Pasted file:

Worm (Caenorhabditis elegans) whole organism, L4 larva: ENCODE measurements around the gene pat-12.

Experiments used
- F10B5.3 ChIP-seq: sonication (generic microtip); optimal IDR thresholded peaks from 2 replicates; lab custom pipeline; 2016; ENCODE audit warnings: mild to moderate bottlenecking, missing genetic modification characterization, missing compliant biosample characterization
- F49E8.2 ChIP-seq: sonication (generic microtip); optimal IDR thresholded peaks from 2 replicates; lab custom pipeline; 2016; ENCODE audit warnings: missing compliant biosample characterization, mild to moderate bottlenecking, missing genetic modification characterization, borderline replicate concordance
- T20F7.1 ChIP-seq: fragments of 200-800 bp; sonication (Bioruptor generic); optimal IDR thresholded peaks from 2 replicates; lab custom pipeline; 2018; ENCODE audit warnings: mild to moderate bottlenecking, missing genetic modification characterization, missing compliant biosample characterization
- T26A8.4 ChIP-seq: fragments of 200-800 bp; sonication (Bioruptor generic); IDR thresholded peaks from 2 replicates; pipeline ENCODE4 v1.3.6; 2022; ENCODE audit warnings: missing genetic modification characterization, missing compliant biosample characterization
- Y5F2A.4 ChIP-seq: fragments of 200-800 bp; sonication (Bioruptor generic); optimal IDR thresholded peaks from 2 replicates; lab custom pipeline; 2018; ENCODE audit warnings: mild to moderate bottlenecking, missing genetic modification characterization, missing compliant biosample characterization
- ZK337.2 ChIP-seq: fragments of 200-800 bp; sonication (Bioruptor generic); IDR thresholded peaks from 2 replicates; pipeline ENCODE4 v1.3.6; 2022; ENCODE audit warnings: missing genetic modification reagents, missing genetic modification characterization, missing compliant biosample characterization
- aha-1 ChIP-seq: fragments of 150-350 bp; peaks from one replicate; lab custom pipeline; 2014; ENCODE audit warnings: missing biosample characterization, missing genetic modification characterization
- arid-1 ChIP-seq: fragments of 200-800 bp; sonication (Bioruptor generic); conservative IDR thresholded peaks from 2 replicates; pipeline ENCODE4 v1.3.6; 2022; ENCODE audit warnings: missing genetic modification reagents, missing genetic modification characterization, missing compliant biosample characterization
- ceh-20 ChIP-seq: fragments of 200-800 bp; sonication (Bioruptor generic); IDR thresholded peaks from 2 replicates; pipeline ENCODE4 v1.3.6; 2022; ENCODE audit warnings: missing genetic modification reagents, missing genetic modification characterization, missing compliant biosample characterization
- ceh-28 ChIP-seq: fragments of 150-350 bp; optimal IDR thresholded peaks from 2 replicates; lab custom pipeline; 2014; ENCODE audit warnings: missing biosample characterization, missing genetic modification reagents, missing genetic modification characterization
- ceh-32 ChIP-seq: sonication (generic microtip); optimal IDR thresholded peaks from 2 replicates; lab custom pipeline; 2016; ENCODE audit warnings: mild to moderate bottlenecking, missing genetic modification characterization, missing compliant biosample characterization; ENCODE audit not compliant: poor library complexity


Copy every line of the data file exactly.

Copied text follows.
Worm (Caenorhabditis elegans) whole organism, L4 larva: ENCODE measurements around the gene pat-12.

Experiments used
- F10B5.3 ChIP-seq: sonication (generic microtip); optimal IDR thresholded peaks from 2 replicates; lab custom pipeline; 2016; ENCODE audit warnings: mild to moderate bottlenecking, missing genetic modification characterization, missing compliant biosample characterization
- F49E8.2 ChIP-seq: sonication (generic microtip); optimal IDR thresholded peaks from 2 replicates; lab custom pipeline; 2016; ENCODE audit warnings: missing compliant biosample characterization, mild to moderate bottlenecking, missing genetic modification characterization, borderline replicate concordance
- T20F7.1 ChIP-seq: fragments of 200-800 bp; sonication (Bioruptor generic); optimal IDR thresholded peaks from 2 replicates; lab custom pipeline; 2018; ENCODE audit warnings: mild to moderate bottlenecking, missing genetic modification characterization, missing compliant biosample characterization
- T26A8.4 ChIP-seq: fragments of 200-800 bp; sonication (Bioruptor generic); IDR thresholded peaks from 2 replicates; pipeline ENCODE4 v1.3.6; 2022; ENCODE audit warnings: missing genetic modification characterization, missing compliant biosample characterization
- Y5F2A.4 ChIP-seq: fragments of 200-800 bp; sonication (Bioruptor generic); optimal IDR thresholded peaks from 2 replicates; lab custom pipeline; 2018; ENCODE audit warnings: mild to moderate bottlenecking, missing genetic modification characterization, missing compliant biosample characterization
- ZK337.2 ChIP-seq: fragments of 200-800 bp; sonication (Bioruptor generic); IDR thresholded peaks from 2 replicates; pipeline ENCODE4 v1.3.6; 2022; ENCODE audit warnings: missing genetic modification reagents, missing genetic modification characterization, missing compliant biosample characterization
- aha-1 ChIP-seq: fragments of 150-350 bp; peaks from one replicate; lab custom pipeline; 2014; ENCODE audit warnings: missing biosample characterization, missing genetic modification characterization
- arid-1 ChIP-seq: fragments of 200-800 bp; sonication (Bioruptor generic); conservative IDR thresholded peaks from 2 replicates; pipeline ENCODE4 v1.3.6; 2022; ENCODE audit warnings: missing genetic modification reagents, missing genetic modification characterization, missing compliant biosample characterization
- ceh-20 ChIP-seq: fragments of 200-800 bp; sonication (Bioruptor generic); IDR thresholded peaks from 2 replicates; pipeline ENCODE4 v1.3.6; 2022; ENCODE audit warnings: missing genetic modification reagents, missing genetic modification characterization, missing compliant biosample characterization
- ceh-28 ChIP-seq: fragments of 150-350 bp; optimal IDR thresholded peaks from 2 replicates; lab custom pipeline; 2014; ENCODE audit warnings: missing biosample characterization, missing genetic modification reagents, missing genetic modification characterization
- ceh-32 ChIP-seq: sonication (generic microtip); optimal IDR thresholded peaks from 2 replicates; lab custom pipeline; 2016; ENCODE audit warnings: mild to moderate bottlenecking, missing genetic modification characterization, missing compliant biosample characterization; ENCODE audit not compliant: poor library complexity